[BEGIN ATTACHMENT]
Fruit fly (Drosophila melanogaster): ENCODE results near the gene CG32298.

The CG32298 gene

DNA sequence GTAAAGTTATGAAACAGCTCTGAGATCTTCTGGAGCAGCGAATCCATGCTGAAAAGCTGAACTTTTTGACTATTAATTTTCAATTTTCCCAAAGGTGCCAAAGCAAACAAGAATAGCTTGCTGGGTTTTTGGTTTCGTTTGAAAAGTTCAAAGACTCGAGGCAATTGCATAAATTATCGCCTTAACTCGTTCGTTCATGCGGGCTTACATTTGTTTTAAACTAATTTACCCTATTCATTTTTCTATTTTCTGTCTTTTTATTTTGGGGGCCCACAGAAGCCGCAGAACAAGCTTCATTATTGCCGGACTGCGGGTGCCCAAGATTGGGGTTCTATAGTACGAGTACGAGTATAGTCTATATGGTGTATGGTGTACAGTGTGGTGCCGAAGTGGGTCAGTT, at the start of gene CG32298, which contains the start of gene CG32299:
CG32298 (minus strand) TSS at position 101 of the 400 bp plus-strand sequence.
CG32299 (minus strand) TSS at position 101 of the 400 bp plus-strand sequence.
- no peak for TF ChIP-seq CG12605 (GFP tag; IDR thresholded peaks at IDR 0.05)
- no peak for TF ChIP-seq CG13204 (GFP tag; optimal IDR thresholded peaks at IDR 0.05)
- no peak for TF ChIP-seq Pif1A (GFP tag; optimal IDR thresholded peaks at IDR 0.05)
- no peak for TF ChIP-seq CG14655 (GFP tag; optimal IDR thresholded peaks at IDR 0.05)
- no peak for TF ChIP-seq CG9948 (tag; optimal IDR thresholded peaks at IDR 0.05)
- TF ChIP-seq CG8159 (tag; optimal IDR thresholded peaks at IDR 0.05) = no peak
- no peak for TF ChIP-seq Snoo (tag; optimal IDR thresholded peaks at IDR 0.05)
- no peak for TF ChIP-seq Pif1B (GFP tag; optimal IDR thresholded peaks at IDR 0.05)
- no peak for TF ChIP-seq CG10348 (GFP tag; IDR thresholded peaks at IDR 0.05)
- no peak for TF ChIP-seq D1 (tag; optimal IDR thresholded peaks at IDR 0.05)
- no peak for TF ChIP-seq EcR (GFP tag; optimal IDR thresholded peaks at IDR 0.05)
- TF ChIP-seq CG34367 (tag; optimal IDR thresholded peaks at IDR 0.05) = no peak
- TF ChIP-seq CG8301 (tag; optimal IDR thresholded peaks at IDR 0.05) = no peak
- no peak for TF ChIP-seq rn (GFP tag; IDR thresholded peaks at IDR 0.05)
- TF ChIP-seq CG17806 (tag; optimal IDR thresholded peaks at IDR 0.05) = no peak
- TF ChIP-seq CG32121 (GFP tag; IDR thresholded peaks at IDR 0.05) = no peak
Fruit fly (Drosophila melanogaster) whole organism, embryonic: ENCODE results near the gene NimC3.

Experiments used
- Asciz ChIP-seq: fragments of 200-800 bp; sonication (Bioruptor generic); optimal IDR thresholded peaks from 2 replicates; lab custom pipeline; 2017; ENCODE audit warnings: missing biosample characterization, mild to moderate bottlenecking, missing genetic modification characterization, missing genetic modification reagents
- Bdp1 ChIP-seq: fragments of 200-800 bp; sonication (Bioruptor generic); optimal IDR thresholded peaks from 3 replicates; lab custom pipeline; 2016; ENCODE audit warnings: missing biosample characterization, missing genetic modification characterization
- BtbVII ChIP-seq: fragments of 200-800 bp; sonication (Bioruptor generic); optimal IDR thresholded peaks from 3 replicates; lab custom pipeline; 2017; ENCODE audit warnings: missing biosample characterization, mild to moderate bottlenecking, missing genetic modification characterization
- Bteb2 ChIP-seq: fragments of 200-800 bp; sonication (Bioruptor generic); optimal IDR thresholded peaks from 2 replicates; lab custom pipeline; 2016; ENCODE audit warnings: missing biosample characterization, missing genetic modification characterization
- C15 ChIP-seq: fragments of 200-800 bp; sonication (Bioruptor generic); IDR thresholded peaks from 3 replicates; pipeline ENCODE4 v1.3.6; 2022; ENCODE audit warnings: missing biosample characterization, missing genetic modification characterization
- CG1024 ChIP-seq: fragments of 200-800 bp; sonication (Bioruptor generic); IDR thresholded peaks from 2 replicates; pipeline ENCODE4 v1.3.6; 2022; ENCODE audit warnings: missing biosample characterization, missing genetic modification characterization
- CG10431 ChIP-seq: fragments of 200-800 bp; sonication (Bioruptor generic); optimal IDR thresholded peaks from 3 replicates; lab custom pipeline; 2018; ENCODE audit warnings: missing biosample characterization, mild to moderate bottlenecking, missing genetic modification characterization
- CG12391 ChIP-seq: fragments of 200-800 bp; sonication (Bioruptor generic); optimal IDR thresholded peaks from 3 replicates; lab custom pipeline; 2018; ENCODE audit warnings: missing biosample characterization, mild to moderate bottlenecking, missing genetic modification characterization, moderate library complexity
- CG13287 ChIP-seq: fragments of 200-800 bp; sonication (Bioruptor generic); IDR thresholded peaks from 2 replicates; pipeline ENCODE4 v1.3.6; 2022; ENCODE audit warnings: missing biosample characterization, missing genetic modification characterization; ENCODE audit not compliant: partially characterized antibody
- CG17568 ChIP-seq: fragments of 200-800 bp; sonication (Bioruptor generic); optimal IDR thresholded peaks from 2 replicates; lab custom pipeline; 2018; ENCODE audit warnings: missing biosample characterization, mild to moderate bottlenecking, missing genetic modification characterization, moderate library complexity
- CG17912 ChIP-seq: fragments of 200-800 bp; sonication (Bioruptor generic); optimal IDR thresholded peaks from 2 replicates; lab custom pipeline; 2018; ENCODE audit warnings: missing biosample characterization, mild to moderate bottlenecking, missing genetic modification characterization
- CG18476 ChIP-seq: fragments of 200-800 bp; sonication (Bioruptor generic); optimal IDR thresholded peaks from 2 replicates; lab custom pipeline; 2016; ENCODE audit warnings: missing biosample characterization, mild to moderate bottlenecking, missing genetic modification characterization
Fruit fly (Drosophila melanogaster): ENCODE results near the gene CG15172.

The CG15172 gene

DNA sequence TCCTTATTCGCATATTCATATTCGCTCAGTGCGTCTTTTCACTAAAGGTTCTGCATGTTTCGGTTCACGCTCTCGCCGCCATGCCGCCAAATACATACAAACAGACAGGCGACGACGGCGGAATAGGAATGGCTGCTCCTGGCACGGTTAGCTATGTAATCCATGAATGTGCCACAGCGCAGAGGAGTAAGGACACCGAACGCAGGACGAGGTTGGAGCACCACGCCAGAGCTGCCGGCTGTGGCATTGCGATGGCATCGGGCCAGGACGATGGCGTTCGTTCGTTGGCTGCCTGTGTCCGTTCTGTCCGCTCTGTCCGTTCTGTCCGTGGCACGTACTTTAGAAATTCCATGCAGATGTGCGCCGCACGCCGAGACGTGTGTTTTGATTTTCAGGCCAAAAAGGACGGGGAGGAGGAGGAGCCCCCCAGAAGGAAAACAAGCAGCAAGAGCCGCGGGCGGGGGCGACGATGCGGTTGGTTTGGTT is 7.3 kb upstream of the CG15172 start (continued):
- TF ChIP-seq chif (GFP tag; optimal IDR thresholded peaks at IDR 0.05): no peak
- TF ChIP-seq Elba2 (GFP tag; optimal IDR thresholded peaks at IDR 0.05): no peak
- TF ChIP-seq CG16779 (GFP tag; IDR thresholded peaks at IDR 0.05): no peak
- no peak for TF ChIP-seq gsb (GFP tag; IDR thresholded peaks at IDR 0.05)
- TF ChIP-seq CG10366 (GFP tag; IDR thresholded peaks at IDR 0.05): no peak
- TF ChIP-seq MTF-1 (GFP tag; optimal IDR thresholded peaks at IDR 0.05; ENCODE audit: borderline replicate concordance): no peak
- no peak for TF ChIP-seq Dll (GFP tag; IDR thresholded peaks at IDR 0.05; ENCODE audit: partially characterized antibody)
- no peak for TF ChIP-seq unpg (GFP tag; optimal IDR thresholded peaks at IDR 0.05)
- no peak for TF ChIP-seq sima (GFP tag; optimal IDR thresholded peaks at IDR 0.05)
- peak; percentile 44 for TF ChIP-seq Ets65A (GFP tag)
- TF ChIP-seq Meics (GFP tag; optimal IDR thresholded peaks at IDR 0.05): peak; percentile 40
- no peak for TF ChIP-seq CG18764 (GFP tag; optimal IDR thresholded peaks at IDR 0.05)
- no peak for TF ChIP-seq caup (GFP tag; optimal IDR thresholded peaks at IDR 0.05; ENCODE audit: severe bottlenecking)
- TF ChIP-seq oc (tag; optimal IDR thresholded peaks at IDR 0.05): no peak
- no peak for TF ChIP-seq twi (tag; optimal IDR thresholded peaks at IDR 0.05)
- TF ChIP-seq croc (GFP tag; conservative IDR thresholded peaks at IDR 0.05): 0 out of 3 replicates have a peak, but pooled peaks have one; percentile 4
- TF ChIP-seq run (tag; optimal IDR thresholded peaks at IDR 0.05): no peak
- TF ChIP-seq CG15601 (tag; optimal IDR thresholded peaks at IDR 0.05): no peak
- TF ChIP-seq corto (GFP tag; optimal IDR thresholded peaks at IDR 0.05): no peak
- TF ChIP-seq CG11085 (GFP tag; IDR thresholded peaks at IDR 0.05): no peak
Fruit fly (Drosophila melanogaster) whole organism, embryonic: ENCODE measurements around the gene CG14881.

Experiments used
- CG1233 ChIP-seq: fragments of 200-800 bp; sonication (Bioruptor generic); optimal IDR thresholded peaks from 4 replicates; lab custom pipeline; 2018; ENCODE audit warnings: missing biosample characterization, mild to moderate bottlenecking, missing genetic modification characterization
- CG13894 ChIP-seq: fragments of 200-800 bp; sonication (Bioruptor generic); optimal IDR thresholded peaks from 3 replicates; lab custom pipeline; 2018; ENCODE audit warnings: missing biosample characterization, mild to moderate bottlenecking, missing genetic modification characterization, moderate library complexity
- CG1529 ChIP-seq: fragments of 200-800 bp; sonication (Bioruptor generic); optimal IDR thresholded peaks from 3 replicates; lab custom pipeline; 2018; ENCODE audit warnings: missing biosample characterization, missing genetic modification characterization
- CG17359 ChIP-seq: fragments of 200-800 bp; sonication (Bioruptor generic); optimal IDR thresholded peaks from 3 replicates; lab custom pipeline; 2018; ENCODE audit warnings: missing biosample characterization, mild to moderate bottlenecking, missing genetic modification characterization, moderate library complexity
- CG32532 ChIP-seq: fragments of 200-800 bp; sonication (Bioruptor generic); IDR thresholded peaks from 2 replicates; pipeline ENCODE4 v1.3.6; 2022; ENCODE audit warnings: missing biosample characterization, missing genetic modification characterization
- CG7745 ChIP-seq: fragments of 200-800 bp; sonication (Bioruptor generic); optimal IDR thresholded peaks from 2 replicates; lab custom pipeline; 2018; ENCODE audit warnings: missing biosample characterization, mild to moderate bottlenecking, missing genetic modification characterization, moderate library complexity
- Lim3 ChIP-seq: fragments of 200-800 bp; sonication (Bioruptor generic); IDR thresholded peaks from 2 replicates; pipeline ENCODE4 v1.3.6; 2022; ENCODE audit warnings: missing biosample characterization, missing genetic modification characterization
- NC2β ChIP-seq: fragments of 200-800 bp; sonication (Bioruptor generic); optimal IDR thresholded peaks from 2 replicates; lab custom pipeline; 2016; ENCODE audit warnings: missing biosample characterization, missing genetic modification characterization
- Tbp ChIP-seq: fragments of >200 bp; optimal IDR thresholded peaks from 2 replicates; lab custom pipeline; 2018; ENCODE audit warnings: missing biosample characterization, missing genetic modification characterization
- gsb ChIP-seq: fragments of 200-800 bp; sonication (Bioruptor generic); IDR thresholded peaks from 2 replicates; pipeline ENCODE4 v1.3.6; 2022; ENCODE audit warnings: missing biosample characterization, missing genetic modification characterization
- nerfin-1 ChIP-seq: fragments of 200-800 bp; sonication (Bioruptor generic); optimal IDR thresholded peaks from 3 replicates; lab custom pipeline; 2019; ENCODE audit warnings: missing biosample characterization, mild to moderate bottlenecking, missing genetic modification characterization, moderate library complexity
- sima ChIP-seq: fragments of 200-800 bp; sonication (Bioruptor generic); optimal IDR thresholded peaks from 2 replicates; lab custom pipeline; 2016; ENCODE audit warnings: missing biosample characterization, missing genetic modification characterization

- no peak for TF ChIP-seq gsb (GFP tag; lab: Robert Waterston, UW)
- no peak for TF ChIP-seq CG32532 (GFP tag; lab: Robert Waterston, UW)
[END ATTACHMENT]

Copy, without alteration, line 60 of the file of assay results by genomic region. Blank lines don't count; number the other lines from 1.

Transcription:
Experiments used